Suzanne tie: Is correct. Therefore, deep brain stimulation for depression was performed experimentally and several groups were able to show that it was an effective procedure and that patients who did not respond to any other available treatment could obtain lasting benefit and recovery from their depression, which they had been incredibly handicapped. Now that DBS has been deployed at multiple sites, there are many questions as to why it failed at this particular level.
norman swan: So you're saying it helped some people, but not all.
Suzanne tie: Is correct.
norman swan: But you couldn't predict who would help.
Suzanne tie: Is correct. And now that the research has advanced, we know who is most likely to respond, what types of depressive symptoms make someone a good candidate for DBS for depression, and the specific neural networks to target.
norman swan: What is the process? You're put into an fMRI scanner one at a time and you see what's wrong with a particular person's brain, and that's what you're looking for?
Suzanne tie: Is correct.
norman swan: Presumably the way you activate the electrode and the frequency you stimulate, whether you do it all day or all night, all these things can affect you, it's not just about putting an electrode and putting it on connect the main power supply.
Suzanne tie: Is correct. I think now we're as a field to better understand how to optimize this and how to optimize it for different diseases. So it really evolved out of the movement disorder realm where this continuous high frequency stimulation was effective in helping patients move more efficiently.
norman swan: But there's an element of exhaustion, isn't there? You have to adapt and get used to the stimulus and it doesn't necessarily last long.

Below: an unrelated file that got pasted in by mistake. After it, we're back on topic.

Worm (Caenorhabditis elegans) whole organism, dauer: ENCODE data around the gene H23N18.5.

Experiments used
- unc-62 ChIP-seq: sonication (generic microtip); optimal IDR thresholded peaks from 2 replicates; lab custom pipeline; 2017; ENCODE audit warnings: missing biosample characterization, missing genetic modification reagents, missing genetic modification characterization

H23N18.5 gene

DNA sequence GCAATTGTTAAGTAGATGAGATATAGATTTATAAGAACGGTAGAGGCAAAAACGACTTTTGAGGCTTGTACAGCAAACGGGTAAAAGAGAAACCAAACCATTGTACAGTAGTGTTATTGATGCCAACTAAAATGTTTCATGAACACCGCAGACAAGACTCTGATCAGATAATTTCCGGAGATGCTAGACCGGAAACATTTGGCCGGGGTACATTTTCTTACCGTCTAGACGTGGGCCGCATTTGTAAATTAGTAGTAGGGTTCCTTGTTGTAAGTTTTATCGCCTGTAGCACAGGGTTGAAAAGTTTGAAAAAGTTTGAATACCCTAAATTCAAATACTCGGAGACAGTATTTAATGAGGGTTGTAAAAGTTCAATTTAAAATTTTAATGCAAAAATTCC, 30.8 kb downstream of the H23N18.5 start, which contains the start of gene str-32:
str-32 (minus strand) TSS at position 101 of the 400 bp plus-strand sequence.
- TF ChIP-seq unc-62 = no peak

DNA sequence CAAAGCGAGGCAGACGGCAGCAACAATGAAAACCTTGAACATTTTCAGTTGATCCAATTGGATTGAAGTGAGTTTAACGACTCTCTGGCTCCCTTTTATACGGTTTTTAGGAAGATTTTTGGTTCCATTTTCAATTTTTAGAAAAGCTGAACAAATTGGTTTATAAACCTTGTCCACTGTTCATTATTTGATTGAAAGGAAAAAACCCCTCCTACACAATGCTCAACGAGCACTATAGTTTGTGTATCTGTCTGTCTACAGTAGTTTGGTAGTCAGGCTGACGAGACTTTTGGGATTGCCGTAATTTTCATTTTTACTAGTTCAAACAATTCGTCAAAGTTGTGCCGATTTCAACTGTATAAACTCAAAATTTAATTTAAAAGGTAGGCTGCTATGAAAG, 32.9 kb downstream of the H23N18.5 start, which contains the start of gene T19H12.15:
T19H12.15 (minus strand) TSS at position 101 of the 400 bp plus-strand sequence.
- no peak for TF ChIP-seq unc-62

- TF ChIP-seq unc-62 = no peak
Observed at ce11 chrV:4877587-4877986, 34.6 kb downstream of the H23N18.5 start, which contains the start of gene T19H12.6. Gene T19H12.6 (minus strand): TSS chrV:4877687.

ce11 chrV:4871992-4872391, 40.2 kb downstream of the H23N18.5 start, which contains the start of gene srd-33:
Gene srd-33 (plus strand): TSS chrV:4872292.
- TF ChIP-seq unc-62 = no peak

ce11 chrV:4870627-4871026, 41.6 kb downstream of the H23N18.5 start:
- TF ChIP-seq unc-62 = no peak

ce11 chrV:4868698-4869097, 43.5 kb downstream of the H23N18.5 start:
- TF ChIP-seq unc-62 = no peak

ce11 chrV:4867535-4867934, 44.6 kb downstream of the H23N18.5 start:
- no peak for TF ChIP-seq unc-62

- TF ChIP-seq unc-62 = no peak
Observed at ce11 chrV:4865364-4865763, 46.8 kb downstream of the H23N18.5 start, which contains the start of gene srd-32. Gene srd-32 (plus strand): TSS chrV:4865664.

Suzanne tie: That's right, and what we know now is that the brain adapts, so with psychiatric disorders we need to look at how we can optimize that particular adaptation, because that's what drives recovery. It does not occur acutely like movement disorders, patients need months or years to fully recover.
norman swan: So what does your research here remove that might improve treatment?
Suzanne tie: So we're looking at different types of stimulation parameters that more closely mimic the natural firing in the brain, and we're also looking at the activated networks and how we can amplify those changes, those long-term adaptive changes. 🇧🇷 Changes.
norman swan: And you're trying to see how this might work with drugs instead of...?
Suzanne tie: Is correct. As we better understand the molecular mechanisms that alter or remodel the brain, there is good potential to scale them up. I think there is a lot of potential for new treatments that promote neurotrophic responses or nerve growth...
norman swan: Well, that's exercise, isn't it?
Suzanne tie: Is that so. And antidepressants, regardless of the specific target or pharmacological target of the drug, the main mechanism for producing the therapeutic effect of all antidepressants is believed to be the promotion of brain plasticity and repair.
norman swan: You'd have to be pretty badass to let a neurosurgeon into your brain, even if it's an electrode that could be removed.
Suzanne tie: Absolutely, and that's why these patients and their families are desperate for help, they're really looking for a way to get their lives back on track. I also have to say that I think it's not just about doing deep brain stimulation, it's about having a whole team of doctors working together to help patients. It requires psychiatrists to actually conduct rehabilitative psychotherapy and...
norman swan: So it's more than just a push of a button.
Suzanne tie: Absolut.
norman swan: DR. Susannah Tye ist Senior Research Fellow am Queensland Brain Institute.